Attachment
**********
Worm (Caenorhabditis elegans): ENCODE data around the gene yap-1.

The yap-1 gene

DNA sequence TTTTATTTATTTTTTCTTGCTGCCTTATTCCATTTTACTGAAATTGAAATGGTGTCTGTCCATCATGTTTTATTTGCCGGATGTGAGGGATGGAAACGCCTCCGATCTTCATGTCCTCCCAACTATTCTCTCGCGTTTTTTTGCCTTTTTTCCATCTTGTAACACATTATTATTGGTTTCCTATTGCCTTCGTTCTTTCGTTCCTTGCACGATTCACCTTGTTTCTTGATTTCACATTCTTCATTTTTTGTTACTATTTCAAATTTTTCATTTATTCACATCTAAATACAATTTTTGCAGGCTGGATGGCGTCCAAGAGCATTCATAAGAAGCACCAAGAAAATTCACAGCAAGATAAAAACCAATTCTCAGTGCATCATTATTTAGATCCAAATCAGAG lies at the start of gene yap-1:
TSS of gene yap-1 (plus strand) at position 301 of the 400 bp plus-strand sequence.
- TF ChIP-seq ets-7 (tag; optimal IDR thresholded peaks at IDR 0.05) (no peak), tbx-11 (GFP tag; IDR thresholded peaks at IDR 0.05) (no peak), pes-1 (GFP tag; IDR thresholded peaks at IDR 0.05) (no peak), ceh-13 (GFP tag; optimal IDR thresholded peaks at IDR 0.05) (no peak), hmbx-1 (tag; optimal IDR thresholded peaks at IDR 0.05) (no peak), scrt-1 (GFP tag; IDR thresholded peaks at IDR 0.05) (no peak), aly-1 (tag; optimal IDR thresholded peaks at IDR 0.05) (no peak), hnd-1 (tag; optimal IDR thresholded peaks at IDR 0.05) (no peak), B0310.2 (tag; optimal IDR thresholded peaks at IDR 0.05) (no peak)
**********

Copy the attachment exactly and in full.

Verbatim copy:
Worm (Caenorhabditis elegans): ENCODE data around the gene yap-1.

The yap-1 gene

DNA sequence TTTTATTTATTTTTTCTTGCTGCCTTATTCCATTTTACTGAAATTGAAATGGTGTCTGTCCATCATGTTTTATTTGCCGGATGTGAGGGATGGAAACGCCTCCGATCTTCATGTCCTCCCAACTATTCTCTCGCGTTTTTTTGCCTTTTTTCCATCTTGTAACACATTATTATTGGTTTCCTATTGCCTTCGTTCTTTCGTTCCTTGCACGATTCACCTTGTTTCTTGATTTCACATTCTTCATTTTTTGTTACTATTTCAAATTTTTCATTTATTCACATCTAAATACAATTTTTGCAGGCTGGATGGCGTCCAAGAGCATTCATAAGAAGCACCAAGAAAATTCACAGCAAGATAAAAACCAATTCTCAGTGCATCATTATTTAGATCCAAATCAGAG lies at the start of gene yap-1:
TSS of gene yap-1 (plus strand) at position 301 of the 400 bp plus-strand sequence.
- TF ChIP-seq ets-7 (tag; optimal IDR thresholded peaks at IDR 0.05) (no peak), tbx-11 (GFP tag; IDR thresholded peaks at IDR 0.05) (no peak), pes-1 (GFP tag; IDR thresholded peaks at IDR 0.05) (no peak), ceh-13 (GFP tag; optimal IDR thresholded peaks at IDR 0.05) (no peak), hmbx-1 (tag; optimal IDR thresholded peaks at IDR 0.05) (no peak), scrt-1 (GFP tag; IDR thresholded peaks at IDR 0.05) (no peak), aly-1 (tag; optimal IDR thresholded peaks at IDR 0.05) (no peak), hnd-1 (tag; optimal IDR thresholded peaks at IDR 0.05) (no peak), B0310.2 (tag; optimal IDR thresholded peaks at IDR 0.05) (no peak)